Reclusive Swiss billionaire and prominent liberal mega-donor Hansjörg Wyss gave millions of dollars to former U.S. Attorney General Eric Holder’s congressional redistricting advocacy group, according to a new report in the Washington Free Beacon.
— Eliana Johnson (@elianayjohnson) May 6, 2021
The donations to Holder’s National Redistricting Action Fund raise some particularly troubling questions for Democrats who are allegedly concerned about foreign influence in American elections.
“Big corporations should not have a blank check to influence candidate elections, nor should we permit foreign influence in our electoral process,” Colorado Secretary of State Jena Griswold testified earlier this spring. [emphasis added]
Despite his extensive financial ties to dark money groups actively engaged in influencing American elections, Wyss has repeatedly refused to tell journalists whether he holds U.S. citizenship, and that’s a problem.
Wyss’s contributions reveal that the foreign billionaire supplied as much as 40 percent of the NRAF’s total funding in 2017-2018 and 24 percent in 2018-2019, making him one of the largest donors to the organization in those years. Wyss is a Swiss citizen who stated that he does not hold permanent U.S. residency in 2014 and recently declined to tell the New York Times if he is an American citizen.
The New York Times published an exposé on Wyss earlier this week that revealed his foundations have quietly donated $208 million since 2016 to “three nonprofit funds that doled out money to a wide array of groups that backed progressive causes and helped Democrats in their efforts to win the White House and control of Congress last year.”
Beneficiaries of his direct giving included prominent groups such as the Center for American Progress and Priorities USA, as well as organizations that ran voter registration and mobilization campaigns to increase Democratic turnout, built media outlets accused of slanting the news to favor Democrats and sought to block Mr. Trump’s nominees, prove he colluded with Russia and push for his impeachment.
According to the Times, beneficiaries of Wyss’s money via his “Berger Action Fund” include the liberal dark money group Sixteen Thirty, which received $135 million between 2016 and 2020.
Sixteen Thirty is tied to countless Democrat dark money groups in Colorado, and is perennially one of the largest dark money spenders in the state.
The Berger Action Fund’s contention that none of Wyss’s money is used for “electoral activities” is at odds with their donations to Holder’s National Redistricting Action Fund, which received $3 million from Berger between 2018 and 2020.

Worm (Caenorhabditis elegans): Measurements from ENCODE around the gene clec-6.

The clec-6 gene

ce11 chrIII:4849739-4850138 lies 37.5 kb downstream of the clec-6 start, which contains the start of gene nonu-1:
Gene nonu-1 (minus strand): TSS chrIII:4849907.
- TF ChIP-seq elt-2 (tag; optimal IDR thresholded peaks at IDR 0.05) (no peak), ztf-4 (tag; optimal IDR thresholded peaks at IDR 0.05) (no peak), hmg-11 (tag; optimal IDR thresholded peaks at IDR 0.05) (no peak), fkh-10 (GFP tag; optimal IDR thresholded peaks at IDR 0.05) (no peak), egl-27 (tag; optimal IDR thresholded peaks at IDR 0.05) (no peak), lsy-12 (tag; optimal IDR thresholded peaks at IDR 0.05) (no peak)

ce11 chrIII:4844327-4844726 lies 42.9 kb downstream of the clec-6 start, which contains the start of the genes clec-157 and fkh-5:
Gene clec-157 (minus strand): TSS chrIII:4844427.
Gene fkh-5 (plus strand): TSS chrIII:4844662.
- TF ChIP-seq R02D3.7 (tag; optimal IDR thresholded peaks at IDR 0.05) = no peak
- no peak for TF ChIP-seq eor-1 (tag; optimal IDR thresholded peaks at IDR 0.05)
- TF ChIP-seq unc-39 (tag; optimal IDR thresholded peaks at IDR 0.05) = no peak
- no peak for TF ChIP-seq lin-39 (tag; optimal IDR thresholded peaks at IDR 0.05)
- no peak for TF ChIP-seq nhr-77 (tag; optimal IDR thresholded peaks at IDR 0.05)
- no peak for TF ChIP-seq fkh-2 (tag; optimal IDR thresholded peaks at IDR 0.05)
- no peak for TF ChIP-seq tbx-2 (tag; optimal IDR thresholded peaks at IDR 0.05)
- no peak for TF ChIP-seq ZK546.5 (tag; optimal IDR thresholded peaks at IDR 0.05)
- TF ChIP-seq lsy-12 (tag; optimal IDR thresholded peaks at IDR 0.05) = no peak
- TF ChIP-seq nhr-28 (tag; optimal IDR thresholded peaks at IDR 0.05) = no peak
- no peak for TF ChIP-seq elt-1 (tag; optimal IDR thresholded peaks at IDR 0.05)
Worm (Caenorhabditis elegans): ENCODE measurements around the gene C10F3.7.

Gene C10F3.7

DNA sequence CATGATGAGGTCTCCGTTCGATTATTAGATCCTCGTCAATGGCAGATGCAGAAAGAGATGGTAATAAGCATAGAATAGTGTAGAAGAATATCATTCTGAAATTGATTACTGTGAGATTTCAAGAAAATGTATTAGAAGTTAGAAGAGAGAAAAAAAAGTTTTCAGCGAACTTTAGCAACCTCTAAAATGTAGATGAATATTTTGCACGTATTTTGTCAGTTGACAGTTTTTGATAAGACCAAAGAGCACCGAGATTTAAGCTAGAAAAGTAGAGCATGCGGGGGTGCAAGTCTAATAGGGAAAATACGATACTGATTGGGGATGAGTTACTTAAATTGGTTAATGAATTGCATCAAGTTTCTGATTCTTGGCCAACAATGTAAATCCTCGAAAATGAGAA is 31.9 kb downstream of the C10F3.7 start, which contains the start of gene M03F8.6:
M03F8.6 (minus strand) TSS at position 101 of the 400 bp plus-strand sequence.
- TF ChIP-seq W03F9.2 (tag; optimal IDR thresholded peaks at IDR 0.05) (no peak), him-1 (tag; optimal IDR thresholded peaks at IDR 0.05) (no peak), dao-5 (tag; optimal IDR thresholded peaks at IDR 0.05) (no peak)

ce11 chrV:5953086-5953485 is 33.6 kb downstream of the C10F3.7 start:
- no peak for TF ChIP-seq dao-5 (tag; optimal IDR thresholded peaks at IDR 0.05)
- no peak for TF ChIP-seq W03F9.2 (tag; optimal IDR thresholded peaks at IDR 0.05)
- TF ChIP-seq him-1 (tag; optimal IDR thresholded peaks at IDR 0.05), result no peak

The National Redistricting Action Fund was previously known as Organizing for Action (OFA), a name that might sound familiar to politicos.
Organizing for Action was an advocacy group that grew out of former President Obama’s “Obama for America” presidential campaigns. The remnants of the group merged with the National Redistricting Action Fund in 2017.
Under Holder’s direction, the former Organizing for Action groups across the nation rebranded as “All on the Line” with an eye towards influencing congressional redistricting efforts in ways that explicitly favor Democrats.
Holder’s fund described their goal in IRS filings as “to build a comprehensive plan to favorably position Democrats for the redistricting process through 2022.”
Locally, All on the Line – CO brands themselves as an organization solely dedicated to encouraging “participation in activities that defend democratic ideals.”
How taking money from Wyss, a possible foreign national, comports with “defending democratic ideals” isn’t entirely clear.
All on the Line – CO is currently mobilizing liberal activists to encourage Colorado’s congressional redistricting commission to create the state’s new congressional district “along the Front Range — which just happens to be the state’s most liberal area.”
In addition to considerable questions about the hypocrisy of Democrats leveraging Wyss’s millions, the Swiss billionaire’s background also raises several red flags.
The Bern, Switzerland native founded the medical device manufacturer Synthes and ultimately sold the company to Johnson & Johnson for $19.7 billion almost a decade ago.
Prior to the sale, three Synthes executives were sentenced to prison for their role in an illegal human bone cement trial that resulted in several fatalities.
A former Synthes doctor, upon learning of the unauthorized bone-cement trial, called it human experimentation because of the relatively ad hoc process and because patients and some surgeons were not given the information required to make an informed choice.
At sentencing an attorney for one of convicted executives said Wyss, the unindicted board chairman, bore ultimate responsibility for the deaths.
Wyss has also been accused of sexual misconduct. A former employee of the HJW Foundation accused Wyss of sexually assaulting her in a New Jersey hotel in 2011, the Daily Caller News Foundation previously reported. The HJW Foundation merged with the Wyss Foundation in 2013. Wyss entered into a $1.5 million settlement with the employee in 2013 but later sued her for violating a confidentiality agreement.